[verb in-turn; noun in-turn]

verb (used with object)

to restrict to or confine within prescribed limits, as prisoners of war, enemy aliens, or combat troops who take refuge in a neutral country.
to impound or hold within a country until the termination of a war, as a ship of a belligerent that has put into a neutral port and remained beyond a limited period.


a person who is or has been interned; internee.

Origin of intern

1865–70; < French interner, verbal derivative of interne intern3



noun Also interne.

a resident member of the medical staff of a hospital, usually a recent medical school graduate serving under supervision.
Education. student teacher.
a person who works as an apprentice or trainee in an occupation or profession to gain practical experience, and sometimes also to satisfy legal or other requirements for being licensed or accepted professionally.

verb (used without object)

to be or perform the duties of an intern.

Origin of intern

1875–80, Americanism; < French interne < Latin internus intern3



adjective Archaic.

Origin of intern

1570–80; < Latin internus inward, equivalent to inter- inter- + -nus adj. suffix; see extern Unabridged Based on the Random House Unabridged Dictionary, © Random House, Inc. 2019

Related Words for intern

resident, doctor, student, trainee, immure

Examples from the Web for intern

Contemporary Examples of intern

Historical Examples of intern

  • I would recommend her to an intern, who is under great obligations to me.

    Germinie Lacerteux

    Edmond and Jules de Goncourt

  • Eight years of school and two more as an intern were worth at least that.

    The Lani People

    J. F. Bone

  • Our fears coming uppermost, we gave voice to them: "Intern?"

  • In the list of birds now fully extinct, in the Proceedings of the Fourth Intern.

    Extinct Birds

    Walter Rothschild

  • They ought to intern everyone who's the least bit under suspicion.

British Dictionary definitions for intern



(ɪnˈtɜːn) (tr) to detain or confine (foreign or enemy citizens, ships, etc), esp during wartime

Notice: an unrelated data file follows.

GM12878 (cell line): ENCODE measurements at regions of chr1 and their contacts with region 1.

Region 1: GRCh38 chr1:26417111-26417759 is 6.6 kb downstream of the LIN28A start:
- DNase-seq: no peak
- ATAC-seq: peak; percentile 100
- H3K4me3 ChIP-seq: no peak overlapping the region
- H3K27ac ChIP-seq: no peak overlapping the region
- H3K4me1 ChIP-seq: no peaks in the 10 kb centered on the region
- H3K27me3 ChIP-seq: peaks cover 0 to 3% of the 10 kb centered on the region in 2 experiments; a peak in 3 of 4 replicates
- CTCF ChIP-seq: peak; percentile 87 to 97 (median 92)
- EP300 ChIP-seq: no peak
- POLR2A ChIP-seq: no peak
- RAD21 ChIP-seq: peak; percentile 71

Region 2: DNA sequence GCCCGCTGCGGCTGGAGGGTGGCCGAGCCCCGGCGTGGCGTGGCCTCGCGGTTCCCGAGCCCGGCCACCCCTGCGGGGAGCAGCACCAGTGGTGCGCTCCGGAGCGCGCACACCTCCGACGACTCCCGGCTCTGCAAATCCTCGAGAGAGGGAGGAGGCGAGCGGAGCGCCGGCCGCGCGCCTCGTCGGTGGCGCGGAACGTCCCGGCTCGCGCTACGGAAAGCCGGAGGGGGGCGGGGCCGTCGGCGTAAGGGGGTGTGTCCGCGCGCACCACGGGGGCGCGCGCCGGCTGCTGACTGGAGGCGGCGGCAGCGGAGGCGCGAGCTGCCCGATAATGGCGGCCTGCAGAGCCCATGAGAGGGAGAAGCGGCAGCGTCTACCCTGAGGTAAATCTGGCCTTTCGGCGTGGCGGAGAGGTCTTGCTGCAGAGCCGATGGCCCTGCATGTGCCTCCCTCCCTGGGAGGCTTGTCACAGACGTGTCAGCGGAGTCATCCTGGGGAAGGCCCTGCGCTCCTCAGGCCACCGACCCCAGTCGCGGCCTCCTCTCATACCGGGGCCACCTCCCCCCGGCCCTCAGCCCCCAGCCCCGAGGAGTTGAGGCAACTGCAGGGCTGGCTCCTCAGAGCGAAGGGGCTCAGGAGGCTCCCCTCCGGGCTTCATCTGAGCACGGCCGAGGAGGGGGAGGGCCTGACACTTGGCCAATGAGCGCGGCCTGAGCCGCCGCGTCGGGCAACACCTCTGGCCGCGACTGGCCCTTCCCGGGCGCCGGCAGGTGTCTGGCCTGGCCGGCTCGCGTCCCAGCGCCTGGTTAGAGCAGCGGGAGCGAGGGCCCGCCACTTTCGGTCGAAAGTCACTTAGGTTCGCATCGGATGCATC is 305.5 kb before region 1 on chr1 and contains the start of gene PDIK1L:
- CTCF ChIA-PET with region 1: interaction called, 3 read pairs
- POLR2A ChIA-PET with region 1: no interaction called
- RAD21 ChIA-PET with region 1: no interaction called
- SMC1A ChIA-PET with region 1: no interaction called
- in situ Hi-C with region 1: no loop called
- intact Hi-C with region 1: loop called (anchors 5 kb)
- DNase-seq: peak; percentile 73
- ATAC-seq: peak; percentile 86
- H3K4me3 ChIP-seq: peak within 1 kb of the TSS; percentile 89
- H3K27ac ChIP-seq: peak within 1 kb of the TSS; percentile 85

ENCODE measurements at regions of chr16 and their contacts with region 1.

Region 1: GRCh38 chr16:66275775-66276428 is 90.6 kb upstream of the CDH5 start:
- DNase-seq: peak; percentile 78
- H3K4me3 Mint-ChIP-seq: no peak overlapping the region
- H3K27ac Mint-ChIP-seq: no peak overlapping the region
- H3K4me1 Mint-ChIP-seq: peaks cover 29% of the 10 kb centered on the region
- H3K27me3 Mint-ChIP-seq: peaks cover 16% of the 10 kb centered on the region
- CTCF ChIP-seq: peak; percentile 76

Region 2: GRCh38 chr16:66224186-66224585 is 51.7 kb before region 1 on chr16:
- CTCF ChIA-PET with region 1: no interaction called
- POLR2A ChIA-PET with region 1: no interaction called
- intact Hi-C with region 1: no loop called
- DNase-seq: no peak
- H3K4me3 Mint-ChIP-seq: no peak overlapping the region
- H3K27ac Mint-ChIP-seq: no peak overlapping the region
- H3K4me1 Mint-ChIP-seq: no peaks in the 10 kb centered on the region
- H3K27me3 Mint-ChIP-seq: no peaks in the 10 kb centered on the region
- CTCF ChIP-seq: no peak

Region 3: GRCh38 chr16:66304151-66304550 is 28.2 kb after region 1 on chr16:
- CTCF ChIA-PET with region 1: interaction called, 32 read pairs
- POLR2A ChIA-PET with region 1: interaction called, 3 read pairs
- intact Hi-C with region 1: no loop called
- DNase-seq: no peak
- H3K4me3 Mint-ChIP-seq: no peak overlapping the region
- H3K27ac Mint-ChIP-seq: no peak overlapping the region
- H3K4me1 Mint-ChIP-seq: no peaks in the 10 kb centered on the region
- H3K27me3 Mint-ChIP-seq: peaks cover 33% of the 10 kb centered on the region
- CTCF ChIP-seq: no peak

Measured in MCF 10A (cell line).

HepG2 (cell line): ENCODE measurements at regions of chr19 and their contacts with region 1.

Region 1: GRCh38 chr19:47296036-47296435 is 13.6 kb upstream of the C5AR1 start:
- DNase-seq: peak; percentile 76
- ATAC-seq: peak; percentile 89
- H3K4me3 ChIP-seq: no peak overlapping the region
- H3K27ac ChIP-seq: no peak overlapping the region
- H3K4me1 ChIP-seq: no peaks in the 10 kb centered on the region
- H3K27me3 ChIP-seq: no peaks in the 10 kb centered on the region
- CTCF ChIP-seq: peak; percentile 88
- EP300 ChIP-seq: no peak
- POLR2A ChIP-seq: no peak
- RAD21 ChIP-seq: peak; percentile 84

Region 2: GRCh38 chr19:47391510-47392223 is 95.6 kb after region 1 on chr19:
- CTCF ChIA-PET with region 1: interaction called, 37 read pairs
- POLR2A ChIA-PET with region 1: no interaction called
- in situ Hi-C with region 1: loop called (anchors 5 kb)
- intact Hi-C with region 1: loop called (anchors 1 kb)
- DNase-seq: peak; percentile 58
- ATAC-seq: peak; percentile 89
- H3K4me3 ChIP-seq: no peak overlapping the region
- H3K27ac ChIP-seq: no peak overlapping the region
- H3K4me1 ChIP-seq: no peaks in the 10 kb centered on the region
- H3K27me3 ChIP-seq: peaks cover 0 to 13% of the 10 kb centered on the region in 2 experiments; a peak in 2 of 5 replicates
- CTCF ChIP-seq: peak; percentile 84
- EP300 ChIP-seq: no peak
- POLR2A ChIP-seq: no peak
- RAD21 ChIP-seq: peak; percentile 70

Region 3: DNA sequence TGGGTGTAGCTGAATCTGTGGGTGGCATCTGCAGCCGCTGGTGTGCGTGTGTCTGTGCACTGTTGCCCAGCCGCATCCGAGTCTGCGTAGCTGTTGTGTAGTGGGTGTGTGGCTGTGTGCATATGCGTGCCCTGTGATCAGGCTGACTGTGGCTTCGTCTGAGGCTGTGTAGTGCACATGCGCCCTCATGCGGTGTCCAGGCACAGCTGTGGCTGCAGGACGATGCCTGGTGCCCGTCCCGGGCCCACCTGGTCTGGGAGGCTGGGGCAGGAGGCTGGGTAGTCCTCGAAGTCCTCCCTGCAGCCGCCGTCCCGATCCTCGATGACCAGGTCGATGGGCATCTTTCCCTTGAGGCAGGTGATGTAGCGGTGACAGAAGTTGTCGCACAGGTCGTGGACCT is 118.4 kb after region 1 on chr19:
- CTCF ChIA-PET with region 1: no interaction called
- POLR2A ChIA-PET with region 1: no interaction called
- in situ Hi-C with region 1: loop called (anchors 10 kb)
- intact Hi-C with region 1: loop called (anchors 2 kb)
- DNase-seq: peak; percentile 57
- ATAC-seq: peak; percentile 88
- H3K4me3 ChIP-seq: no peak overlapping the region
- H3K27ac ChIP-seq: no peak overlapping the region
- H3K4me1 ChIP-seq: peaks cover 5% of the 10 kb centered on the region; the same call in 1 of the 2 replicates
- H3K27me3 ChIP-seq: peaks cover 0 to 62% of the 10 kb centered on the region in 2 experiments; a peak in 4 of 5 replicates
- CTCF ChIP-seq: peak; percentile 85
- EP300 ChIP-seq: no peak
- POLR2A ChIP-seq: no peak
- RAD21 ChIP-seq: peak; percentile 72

(ˈɪntɜːn) (intr) mainly US to serve or train as an intern

noun (ˈɪntɜːn)

another word for internee
Also: interne med, US and Canadian a graduate in the first year of practical training after medical school, resident in a hospital and under supervision by senior doctorsBritish equivalent: house officer
mainly US a student teacher
mainly US a student or recent graduate receiving practical training in a working environment

adjective (ɪnˈtɜːn)

an archaic word for internal

Word Origin for intern

C19: from Latin internus internal
Collins English Dictionary - Complete & Unabridged 2012 Digital Edition © William Collins Sons & Co. Ltd. 1979, 1986 © HarperCollins Publishers 1998, 2000, 2003, 2005, 2006, 2007, 2009, 2012

Word Origin and History for intern

1866, "to confine within set limits," from French interner "send to the interior, confine," from Middle French interne "inner, internal," from Latin internus "within, internal" (see internal; also cf. intern (n.)).


1879, American English, "one working under supervision as part of professional training," especially "doctor in training in a hospital," from French interne "assistant doctor," literally "resident within a school," from Middle French interne "internal" (see intern (v.)). The verb in this sense is attested from 1933. Related: Interned; interning.

Online Etymology Dictionary, © 2010 Douglas Harper

intern in Medicine



An advanced student or recent graduate who assists in the medical or surgical care of hospital patients and who resides within that institution.


To train or to serve as an intern.
Related formsintern•ship′ n.
The American Heritage® Stedman's Medical Dictionary Copyright © 2002, 2001, 1995 by Houghton Mifflin Company. Published by Houghton Mifflin Company.